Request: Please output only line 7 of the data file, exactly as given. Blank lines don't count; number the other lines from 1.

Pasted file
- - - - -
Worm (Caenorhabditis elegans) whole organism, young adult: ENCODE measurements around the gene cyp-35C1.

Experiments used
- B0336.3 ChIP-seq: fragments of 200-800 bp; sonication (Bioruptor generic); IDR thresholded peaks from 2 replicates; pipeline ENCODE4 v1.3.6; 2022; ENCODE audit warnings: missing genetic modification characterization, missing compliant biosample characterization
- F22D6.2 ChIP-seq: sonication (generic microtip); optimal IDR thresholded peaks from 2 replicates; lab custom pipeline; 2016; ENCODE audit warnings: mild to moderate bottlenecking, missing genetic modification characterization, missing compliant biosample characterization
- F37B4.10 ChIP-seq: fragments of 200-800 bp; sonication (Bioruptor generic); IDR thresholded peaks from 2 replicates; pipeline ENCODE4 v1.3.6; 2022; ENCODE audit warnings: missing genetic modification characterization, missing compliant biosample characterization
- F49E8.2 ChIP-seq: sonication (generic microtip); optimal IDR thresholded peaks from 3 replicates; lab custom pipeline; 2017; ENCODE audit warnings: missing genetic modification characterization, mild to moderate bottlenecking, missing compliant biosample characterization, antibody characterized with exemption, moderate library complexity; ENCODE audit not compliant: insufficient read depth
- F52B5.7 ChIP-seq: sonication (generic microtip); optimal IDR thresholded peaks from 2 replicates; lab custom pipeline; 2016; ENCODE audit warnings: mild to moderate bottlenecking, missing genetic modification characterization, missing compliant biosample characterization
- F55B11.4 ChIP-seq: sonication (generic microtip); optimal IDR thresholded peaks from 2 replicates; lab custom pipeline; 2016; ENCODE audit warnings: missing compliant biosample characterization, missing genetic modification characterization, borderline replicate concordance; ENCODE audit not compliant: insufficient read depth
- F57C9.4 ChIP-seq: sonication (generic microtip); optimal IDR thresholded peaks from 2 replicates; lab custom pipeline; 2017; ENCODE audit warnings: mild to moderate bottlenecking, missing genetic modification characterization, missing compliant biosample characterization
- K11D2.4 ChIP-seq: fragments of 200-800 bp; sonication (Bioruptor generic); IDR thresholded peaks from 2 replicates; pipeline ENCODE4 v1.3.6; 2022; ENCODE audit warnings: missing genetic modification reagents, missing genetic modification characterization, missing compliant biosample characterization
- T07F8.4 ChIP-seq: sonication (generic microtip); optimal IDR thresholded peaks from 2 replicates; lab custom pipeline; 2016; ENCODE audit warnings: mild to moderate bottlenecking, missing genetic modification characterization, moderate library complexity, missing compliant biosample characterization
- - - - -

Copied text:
- F52B5.7 ChIP-seq: sonication (generic microtip); optimal IDR thresholded peaks from 2 replicates; lab custom pipeline; 2016; ENCODE audit warnings: mild to moderate bottlenecking, missing genetic modification characterization, missing compliant biosample characterization